Smith's assessment of the significance of Talgai's teeth and palate was subsequently refuted by Campbell (1925), Burkitt (1928), Helman (1934) and Macintosh (1952). The canine teeth while large were within the modern aboriginal range of variation (Campbell 1925) and the wear facets on the maxillary canines were not consistent with that in hominoid primates (Burkitt 1928). Reconstructions of the palate by Helman (1934) and Macintosh (1952) also indicated that there was nothing unusual about its shape. While broad, particularly anteriorly, this is a common feature of terminal Pleistocene Australian palates (Brown 1989). Perhaps the only unusual feature of Talgai's teeth is the relatively extreme molar wear for an individual of 14-15 years of age (Brown 1992).
Some recent references to Talgai have stressed its size and robustness, particularly for a juvenile cranium. Macintosh (1967) emphasised the connection between Talgai and Homo erectus highlighting "its prognathic face, its low retreating forehead, and its low vault, and huge canine teeth". Certainly Talgai did possess a receding frontal squama and low vault but, as is demonstrated by Smith's (1918) original photographs, this was primarily a result of severe postmortem compression and distortion. Thorne (1977) places Talgai, along with Kow Swamp and Cohuna, in his robust group of Pleistocene Australians which he distinguished from Lake Mungo and Keilor. More recent research by Hapgood (1986) and Brown (1987) has found little support for Thorne's dual Pleistocene populations. After several inappropriate attempts at reconstruction Talgai now consists of a number of eroded fragments from which little morphological or metrical information can be obtained. Although not directly dated the soil horizon from which Talgai may have originated has been dated to 11,650±100 years BP (Oakeley et al. 1975).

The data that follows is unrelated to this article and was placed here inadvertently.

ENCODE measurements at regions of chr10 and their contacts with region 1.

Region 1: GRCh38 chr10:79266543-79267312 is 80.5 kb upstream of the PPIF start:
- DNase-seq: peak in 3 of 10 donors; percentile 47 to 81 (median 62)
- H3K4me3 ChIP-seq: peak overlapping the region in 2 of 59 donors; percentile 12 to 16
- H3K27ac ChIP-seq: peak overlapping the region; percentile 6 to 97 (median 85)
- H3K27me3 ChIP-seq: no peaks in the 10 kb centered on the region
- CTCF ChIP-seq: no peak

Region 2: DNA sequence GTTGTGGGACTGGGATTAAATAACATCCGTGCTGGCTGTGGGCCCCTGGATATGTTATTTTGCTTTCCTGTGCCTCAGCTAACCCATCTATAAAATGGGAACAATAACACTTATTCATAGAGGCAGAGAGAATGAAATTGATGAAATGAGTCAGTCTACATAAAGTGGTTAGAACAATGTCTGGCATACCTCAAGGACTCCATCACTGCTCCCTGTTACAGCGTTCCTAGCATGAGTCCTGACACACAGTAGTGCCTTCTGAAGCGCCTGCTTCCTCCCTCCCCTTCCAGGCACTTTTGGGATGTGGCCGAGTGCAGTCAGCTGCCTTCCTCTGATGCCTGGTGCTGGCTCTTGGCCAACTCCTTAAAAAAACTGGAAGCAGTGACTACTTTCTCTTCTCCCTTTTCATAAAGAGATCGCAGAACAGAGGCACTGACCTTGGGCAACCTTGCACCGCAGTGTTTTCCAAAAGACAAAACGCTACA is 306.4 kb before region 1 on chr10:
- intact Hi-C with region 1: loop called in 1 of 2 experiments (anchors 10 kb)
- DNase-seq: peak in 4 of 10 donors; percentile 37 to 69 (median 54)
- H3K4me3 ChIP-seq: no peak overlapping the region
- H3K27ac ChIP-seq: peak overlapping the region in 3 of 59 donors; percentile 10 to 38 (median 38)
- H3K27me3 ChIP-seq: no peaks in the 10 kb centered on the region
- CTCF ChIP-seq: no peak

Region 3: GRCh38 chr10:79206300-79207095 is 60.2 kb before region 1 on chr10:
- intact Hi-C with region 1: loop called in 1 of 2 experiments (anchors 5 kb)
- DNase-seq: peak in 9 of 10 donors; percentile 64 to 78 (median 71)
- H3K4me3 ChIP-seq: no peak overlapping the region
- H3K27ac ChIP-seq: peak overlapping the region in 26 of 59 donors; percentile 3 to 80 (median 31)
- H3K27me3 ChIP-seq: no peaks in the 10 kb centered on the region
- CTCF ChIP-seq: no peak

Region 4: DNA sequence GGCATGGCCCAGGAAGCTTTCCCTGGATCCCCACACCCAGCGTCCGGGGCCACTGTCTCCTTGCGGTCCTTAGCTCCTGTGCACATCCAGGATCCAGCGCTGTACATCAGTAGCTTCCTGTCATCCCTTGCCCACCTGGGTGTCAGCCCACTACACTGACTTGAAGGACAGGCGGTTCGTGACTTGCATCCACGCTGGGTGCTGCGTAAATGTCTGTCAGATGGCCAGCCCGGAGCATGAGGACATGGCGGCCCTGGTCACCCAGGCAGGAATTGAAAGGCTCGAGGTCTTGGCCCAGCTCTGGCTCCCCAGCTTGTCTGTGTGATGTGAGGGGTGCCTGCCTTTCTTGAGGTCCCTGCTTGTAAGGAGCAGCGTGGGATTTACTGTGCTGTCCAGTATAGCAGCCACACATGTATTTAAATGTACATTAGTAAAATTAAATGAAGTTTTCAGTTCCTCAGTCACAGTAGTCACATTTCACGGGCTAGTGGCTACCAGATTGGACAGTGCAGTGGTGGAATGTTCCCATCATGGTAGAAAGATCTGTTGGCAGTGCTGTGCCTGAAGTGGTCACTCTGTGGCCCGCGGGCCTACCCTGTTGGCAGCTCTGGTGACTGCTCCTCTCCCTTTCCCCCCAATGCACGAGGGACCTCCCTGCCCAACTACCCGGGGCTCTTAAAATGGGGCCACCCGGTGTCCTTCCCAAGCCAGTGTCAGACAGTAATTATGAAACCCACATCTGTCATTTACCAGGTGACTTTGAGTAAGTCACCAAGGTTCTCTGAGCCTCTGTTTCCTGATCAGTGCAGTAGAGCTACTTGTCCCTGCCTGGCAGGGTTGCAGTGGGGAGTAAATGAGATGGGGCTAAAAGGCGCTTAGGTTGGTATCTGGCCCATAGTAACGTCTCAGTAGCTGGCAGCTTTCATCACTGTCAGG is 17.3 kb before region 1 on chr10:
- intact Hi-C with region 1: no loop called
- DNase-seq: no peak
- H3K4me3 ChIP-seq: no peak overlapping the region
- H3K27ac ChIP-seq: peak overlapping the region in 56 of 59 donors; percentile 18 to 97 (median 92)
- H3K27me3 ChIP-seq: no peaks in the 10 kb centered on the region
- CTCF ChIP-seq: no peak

Nothing of any substance has been done with the Talgai cranium in more than 30 years. A similar situation to the Mossgiel and Lake Nitchie skeletons that are also curated at Sydney University. If Talgai has not been repatriated, a micro ct based virtual reconstruction might provide interesting results.